Ground or whole flaxseeds can be added to smoothies to make them more filling. They can be sprinkled on top of cereal, oatmeal, and yogurt and mixed into granola. Try adding flaxseed to your salad for an added crunch, or use flaxseed oil in your salad dressing.
Brown flaxseeds are more commonly found on the shelves of grocery stores, but you can find golden flaxseeds in health food stores. While both color varieties are nutritious, brown flaxseeds have slightly more ALA than golden ones: 2.5 grams per tablespoon vs. 2.1 grams per tablespoon.
Flaxseeds come either whole or ground. Ground seeds are also called “flaxseed meal.” To optimize health benefits, most nutrition experts recommend ground seeds, as the grinding process unlocks some healthy components. However, whole flaxseeds can easily be ground at home with a coffee grinder.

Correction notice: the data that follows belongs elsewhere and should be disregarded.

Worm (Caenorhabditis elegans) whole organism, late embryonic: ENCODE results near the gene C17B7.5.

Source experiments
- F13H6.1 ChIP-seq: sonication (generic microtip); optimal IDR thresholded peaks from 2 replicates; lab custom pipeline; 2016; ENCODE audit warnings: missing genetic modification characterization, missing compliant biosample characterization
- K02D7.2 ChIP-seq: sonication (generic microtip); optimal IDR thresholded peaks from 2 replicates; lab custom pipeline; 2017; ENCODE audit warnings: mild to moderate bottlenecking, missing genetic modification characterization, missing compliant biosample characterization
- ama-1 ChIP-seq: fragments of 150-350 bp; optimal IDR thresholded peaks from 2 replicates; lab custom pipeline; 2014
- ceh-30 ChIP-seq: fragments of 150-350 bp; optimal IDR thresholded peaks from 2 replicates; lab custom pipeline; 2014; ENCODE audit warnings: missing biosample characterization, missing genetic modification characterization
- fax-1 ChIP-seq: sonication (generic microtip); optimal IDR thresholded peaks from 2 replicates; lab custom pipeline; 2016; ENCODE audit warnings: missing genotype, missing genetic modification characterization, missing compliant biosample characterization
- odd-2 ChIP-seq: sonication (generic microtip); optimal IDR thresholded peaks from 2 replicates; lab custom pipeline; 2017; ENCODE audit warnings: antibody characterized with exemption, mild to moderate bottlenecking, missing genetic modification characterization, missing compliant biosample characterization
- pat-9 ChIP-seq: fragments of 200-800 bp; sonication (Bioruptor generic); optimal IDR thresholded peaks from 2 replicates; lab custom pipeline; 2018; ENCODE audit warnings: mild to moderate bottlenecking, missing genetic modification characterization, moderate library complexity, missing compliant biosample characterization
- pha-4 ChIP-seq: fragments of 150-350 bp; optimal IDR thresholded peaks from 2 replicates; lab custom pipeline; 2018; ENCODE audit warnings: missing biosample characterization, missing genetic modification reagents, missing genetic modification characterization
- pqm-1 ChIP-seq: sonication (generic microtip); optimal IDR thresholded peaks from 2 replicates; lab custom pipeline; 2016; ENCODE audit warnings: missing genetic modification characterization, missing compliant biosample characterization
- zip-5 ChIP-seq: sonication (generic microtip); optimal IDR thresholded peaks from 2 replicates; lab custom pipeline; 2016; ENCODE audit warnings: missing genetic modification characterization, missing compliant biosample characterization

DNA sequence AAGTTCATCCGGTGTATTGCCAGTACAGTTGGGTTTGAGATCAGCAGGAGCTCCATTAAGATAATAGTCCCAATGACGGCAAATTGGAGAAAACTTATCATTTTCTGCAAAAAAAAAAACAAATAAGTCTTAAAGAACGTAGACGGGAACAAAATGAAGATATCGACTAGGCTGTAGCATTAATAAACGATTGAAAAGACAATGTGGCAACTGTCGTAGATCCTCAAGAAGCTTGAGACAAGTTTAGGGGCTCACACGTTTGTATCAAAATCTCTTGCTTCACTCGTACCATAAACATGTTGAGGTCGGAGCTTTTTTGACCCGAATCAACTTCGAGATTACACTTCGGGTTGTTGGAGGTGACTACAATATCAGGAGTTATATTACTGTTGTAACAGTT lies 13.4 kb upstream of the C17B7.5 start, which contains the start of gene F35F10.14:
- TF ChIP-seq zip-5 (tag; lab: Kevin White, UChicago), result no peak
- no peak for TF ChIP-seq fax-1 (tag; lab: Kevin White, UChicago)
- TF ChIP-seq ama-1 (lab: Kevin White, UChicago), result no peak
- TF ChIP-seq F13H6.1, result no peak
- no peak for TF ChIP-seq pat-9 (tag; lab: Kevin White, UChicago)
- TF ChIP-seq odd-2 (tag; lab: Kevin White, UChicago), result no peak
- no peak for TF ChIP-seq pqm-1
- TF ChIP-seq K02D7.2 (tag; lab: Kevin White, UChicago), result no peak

Flaxseeds are available pre-ground, which is sometimes called flaxseed meal or milled flaxseed.
Flaxseeds typically come in plastic bags, though a few brands carry them in plastic containers. They may be available to buy in bulk at health food stores, which is the most cost-effective way to purchase them. Bags typically come in 12-ounce, 16-ounce, 24-ounce, and 30-ounce quantities, or in 1-lb, 2-lb, 4-lb, or 6-lb bags.
Some flaxseeds come in resealable bags, which makes it easier for you to store them and prevent over-exposure to the air, which can spoil them. Ground flaxseed will turn rancid faster than whole seeds.
“Milled” is a word you might find on some labels; the process of milling is claimed to unlock more nutrition. However, it is important to note that milled flaxseed is the same as ground flaxseed. “Cold-milled” just means that the seeds were ground at a cool temperature so as to keep omega-3s and nutrients stable.